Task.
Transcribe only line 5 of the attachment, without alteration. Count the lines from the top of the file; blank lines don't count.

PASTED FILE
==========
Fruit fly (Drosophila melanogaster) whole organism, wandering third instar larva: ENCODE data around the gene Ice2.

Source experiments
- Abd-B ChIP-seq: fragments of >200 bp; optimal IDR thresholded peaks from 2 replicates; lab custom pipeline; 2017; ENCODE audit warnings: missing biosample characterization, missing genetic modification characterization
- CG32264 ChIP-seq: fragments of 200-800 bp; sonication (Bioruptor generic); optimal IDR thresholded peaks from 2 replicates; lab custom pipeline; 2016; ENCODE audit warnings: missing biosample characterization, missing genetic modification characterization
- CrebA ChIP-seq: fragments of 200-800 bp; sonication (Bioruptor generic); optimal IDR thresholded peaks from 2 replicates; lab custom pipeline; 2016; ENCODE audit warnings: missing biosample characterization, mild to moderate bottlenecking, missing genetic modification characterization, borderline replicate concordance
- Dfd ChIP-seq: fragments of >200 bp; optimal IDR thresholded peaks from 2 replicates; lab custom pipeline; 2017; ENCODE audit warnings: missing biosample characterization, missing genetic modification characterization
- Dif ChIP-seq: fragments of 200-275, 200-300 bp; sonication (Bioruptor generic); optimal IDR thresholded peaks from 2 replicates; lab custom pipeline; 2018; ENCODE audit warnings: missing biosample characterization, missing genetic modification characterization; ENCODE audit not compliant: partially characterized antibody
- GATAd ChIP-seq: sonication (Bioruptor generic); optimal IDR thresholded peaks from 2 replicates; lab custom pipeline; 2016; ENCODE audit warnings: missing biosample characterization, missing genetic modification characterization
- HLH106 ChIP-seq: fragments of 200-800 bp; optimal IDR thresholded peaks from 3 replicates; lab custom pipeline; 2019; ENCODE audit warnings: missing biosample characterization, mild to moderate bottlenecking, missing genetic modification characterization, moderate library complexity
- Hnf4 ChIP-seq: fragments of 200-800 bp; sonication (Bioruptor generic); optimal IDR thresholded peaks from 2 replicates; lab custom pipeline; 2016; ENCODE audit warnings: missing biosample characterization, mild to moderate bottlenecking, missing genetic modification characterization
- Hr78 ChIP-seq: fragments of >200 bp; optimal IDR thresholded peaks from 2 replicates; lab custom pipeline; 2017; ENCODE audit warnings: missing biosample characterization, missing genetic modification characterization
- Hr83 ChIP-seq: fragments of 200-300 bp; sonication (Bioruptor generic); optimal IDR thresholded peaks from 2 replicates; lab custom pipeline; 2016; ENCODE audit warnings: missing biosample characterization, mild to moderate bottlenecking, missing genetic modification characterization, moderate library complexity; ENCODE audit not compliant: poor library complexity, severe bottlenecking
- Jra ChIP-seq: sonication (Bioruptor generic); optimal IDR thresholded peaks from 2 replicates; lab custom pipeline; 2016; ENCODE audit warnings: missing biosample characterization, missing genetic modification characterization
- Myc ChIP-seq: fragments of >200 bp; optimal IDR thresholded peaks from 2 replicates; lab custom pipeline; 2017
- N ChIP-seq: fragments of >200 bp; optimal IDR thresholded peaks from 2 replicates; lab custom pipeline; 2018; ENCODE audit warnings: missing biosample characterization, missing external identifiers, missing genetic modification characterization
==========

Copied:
- CrebA ChIP-seq: fragments of 200-800 bp; sonication (Bioruptor generic); optimal IDR thresholded peaks from 2 replicates; lab custom pipeline; 2016; ENCODE audit warnings: missing biosample characterization, mild to moderate bottlenecking, missing genetic modification characterization, borderline replicate concordance